Music

Dropping Names, Cutting Tapes: Beastie Boys – “Hey Ladies”

On “Hey Ladies”, the Beastie Boys prove that their hip-hop collage approach to making tunes is applicable to the four-minute single format, resulting in a track that is both technically accomplished and danceable.

Beastie Boys

Paul's Boutique

US Release: 1989-07-25
UK Release: Import
Label: Capitol
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“Hey Ladies” is the most famous track from Paul’s Boutique, the one most widely known by the general public, even by those who are not Beastie Boys enthusiasts. It only reached #36 on the Billboard Hot 100 chart, but was notable as the first single to chart in the top 20 of both the Hot Rap Singles and Modern Rock Tracks. Its disco-era inspired music video, complete with a cowbell-playing hand popping out of the ceiling, became a 1980s cultural touchstone, a campy, fun, retro-infused promo that solidified the Beasties’ reputation as rap music’s greatest jokesters. On “Hey Ladies”, the Beastie Boys prove that their hip-hop collage approach to making tunes is applicable to the four-minute single format, and can yield a track that is both technically accomplished and danceable.

From the beginning, we notice how self-assured and “absolute” the groove is. With samples from the likes of the Commodores, Kool and the Gang, and Cameo, “Hey Ladies” might have the funkiest feel on Paul’s Boutique. Unlike several other tracks from the record, this one doesn’t vary that much rhythmically or incorporate asymmetrical, abrupt shifts in tempo (see “The Sounds of Science”, for example). Even as the sonic texture changes—during the famous “cowbell solo”, for instance—the relentless beat goes on. It’s not surprising that “Hey Ladies” was chosen as the record’s lead single, for its consistency makes it especially danceable.

Just because the tempo and groove of “Hey Ladies” hold steady doesn’t mean that it’s not a song of great complexity. The Beasties are dropping names and cutting up tapes just as much as ever. Bits of lyrics from “Funky President” by James Brown, “War” by Edwin Starr, and “Hush” by Deep Purple, among others, are dropped precisely into the track to contribute (sometimes ironically) to the song’s meaning. The shaky, goofy-sounding line “She thinks she’s the passionate one” from Sweet’s “Ballroom Blitz” serves as a self-deprecating reminder that the Beasties aren’t taking their own bravado too seriously.


In fact, given that as the lead single “Hey Ladies” formed the first impression many had of Paul’s Boutique and the post-Licensed to Ill Beastie Boys, it’s important to note how much irony is present in the track as a whole. Sure, the overall message of the tune (like so many of the Beasties’ songs from this era) seems to be that the boys are really, really good with the ladies. Every woman the boys see are a potential sexual conquest waiting to happen (“I’ll bring you back to the place and your dress I’m peeling”). They’re ridiculously confident in their own abilities and physical appearance (“Me in the corner with a good looking daughter / I dropped my drawers and it was welcome back, Kotter”). They have the ability to sweet-talk anyone (“The gift of gab is the gift I have”), especially those women who aren’t especially intelligent (“Educated? No. Stupid? Yes”). However, their machismo is apparently based on falsehoods (“I’m telling her every lie that you know that I never did”). We get the impression that we’re listening to the tales not of experienced travelers who have been around the block a time or two, but rather goofy adolescents who make up crazy stories in the locker room.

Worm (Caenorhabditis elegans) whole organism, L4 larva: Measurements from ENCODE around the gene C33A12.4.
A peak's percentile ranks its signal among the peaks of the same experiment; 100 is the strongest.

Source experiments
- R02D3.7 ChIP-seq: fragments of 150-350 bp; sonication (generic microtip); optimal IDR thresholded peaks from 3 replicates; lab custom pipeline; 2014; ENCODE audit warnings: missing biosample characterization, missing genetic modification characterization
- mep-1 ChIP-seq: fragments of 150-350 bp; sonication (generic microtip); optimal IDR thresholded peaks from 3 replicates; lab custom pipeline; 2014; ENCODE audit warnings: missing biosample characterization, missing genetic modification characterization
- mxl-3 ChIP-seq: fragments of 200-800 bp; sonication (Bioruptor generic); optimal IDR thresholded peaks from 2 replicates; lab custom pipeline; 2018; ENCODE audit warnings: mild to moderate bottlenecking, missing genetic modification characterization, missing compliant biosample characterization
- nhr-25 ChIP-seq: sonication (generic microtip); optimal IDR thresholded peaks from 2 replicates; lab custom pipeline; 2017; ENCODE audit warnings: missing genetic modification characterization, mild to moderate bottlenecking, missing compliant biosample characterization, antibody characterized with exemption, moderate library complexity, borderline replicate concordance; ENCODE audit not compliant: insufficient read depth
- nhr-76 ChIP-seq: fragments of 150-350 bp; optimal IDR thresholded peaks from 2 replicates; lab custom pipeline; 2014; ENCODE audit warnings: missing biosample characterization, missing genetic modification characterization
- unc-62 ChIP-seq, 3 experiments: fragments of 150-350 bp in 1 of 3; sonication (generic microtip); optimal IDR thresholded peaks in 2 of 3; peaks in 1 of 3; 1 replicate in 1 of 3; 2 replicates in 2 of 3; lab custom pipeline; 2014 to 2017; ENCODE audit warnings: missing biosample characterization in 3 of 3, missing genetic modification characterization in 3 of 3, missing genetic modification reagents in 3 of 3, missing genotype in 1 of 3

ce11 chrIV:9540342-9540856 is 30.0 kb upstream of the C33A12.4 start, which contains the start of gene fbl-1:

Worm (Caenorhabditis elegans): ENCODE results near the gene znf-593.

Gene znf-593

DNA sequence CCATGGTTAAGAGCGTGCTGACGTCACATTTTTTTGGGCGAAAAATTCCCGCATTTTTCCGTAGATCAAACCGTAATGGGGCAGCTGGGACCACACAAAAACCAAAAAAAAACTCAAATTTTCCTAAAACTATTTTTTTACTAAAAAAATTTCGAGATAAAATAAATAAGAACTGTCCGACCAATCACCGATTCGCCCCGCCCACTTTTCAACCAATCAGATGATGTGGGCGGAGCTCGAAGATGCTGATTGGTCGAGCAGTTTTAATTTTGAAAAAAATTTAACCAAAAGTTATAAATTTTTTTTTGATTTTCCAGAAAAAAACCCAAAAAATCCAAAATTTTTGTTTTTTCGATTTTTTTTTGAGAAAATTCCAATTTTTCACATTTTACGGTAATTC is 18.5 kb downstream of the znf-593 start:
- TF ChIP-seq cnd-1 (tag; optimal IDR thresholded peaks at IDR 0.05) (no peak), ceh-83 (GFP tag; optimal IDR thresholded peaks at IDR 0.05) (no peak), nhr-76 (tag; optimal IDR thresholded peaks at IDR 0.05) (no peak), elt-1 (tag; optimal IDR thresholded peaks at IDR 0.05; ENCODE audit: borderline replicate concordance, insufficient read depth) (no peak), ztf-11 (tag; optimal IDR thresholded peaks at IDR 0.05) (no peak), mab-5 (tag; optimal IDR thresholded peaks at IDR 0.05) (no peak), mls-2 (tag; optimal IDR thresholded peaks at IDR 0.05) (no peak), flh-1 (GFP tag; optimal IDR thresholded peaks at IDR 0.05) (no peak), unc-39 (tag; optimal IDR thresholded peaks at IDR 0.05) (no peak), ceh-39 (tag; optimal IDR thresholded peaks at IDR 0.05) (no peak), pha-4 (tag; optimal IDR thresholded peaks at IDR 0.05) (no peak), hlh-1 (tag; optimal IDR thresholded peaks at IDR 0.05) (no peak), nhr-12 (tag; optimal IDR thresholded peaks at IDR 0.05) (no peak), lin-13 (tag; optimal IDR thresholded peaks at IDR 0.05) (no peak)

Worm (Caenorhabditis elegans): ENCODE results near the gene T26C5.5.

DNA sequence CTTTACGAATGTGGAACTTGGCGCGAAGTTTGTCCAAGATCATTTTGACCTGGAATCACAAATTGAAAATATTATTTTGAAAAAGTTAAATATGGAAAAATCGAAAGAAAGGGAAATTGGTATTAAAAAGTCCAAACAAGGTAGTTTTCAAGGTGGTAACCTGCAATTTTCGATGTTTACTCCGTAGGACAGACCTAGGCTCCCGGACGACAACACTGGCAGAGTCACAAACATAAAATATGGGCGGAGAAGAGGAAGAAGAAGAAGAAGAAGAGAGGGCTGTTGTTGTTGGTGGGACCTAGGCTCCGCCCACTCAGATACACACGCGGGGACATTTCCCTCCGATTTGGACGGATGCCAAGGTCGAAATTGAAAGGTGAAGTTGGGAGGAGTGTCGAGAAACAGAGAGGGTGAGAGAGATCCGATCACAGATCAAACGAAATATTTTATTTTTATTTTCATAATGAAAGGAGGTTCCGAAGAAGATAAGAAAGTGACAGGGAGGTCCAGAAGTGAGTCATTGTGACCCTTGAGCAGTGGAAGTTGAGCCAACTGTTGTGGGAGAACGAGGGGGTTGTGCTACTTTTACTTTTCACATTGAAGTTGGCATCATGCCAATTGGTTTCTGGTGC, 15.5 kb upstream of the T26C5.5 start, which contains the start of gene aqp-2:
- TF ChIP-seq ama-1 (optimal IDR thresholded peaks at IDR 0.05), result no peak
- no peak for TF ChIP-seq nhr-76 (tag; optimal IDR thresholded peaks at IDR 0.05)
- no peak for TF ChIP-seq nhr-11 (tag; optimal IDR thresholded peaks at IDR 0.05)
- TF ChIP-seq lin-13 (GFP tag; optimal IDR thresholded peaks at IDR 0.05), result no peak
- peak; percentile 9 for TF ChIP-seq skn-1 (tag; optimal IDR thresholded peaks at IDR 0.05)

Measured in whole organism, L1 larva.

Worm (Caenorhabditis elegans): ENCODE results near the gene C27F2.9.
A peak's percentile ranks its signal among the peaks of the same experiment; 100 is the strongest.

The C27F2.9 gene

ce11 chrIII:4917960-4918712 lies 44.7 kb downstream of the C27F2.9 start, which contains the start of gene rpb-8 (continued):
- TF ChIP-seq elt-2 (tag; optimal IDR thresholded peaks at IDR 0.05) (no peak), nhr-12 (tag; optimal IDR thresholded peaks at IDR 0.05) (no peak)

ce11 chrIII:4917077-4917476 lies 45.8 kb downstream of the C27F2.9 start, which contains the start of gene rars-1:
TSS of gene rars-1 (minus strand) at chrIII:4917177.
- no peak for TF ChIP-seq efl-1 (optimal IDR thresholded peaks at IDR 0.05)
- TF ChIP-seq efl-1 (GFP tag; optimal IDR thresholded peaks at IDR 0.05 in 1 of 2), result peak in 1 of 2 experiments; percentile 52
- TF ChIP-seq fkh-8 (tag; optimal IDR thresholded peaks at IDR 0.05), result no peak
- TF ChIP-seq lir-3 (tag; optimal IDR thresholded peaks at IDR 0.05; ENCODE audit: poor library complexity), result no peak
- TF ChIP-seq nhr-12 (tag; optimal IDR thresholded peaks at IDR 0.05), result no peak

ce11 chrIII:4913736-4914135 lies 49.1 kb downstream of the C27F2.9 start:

In a way, the faux-masculinity motif that has been ubiquitous more recently in pop culture (see Flight of the Conchords songs like “Crying” and “The Most Beautiful Girl (In the Room)” and Saturday Night Live digital short “Dick in a Box”, for example) stems from the Beasties’ mock-heroic tunes of hyperbolic sexual exploits. The line “There’s more to me than you’ll ever know” seems prescient, given that the influence of “Hey Ladies” and other songs like it has reached further than anyone could have predicted in 1989.

Music

The Best Metal of 2017